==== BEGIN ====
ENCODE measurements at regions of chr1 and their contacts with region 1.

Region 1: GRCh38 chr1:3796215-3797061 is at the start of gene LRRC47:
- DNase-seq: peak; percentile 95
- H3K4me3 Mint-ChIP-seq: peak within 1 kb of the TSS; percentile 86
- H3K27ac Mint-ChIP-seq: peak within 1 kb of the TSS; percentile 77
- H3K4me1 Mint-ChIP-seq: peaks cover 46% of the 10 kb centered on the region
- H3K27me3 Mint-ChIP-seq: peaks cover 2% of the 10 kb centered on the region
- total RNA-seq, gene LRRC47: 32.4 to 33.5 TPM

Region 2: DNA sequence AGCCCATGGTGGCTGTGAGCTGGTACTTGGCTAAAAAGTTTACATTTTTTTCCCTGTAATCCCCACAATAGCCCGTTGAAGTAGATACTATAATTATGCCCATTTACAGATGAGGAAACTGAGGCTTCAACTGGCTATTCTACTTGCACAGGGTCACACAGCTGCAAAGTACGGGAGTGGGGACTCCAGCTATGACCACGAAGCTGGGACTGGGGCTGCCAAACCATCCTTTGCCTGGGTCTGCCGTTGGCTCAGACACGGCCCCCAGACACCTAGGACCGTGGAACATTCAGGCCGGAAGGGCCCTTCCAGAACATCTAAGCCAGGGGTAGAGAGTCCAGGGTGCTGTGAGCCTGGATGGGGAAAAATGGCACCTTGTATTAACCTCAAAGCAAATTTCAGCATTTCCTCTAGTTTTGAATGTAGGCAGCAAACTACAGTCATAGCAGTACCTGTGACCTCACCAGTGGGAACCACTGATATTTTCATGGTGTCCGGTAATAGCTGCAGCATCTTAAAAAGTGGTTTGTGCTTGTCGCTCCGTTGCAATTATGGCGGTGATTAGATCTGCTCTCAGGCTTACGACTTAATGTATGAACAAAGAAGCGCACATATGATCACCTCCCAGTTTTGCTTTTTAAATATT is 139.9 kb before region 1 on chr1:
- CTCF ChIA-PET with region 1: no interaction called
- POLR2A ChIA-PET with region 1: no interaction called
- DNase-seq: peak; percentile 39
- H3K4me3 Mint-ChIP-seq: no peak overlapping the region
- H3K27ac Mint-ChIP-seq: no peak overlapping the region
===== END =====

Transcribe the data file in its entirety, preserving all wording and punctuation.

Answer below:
ENCODE measurements at regions of chr1 and their contacts with region 1.

Region 1: GRCh38 chr1:3796215-3797061 is at the start of gene LRRC47:
- DNase-seq: peak; percentile 95
- H3K4me3 Mint-ChIP-seq: peak within 1 kb of the TSS; percentile 86
- H3K27ac Mint-ChIP-seq: peak within 1 kb of the TSS; percentile 77
- H3K4me1 Mint-ChIP-seq: peaks cover 46% of the 10 kb centered on the region
- H3K27me3 Mint-ChIP-seq: peaks cover 2% of the 10 kb centered on the region
- total RNA-seq, gene LRRC47: 32.4 to 33.5 TPM

Region 2: DNA sequence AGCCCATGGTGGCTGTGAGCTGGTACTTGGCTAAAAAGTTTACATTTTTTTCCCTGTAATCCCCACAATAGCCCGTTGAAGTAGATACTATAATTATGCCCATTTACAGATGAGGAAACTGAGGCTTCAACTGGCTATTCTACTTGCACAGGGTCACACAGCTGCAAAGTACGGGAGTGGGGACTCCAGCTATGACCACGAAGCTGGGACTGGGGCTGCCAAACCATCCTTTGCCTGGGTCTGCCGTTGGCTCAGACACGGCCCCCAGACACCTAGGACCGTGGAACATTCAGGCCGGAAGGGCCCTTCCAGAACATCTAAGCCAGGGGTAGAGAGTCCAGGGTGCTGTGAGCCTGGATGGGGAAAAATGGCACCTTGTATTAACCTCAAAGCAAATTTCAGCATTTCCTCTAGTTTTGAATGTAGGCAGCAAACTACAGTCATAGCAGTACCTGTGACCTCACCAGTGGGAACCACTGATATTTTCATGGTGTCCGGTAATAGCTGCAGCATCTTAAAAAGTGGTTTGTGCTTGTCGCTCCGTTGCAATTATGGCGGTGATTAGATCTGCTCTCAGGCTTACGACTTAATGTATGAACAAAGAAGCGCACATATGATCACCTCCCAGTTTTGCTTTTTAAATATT is 139.9 kb before region 1 on chr1:
- CTCF ChIA-PET with region 1: no interaction called
- POLR2A ChIA-PET with region 1: no interaction called
- DNase-seq: peak; percentile 39
- H3K4me3 Mint-ChIP-seq: no peak overlapping the region
- H3K27ac Mint-ChIP-seq: no peak overlapping the region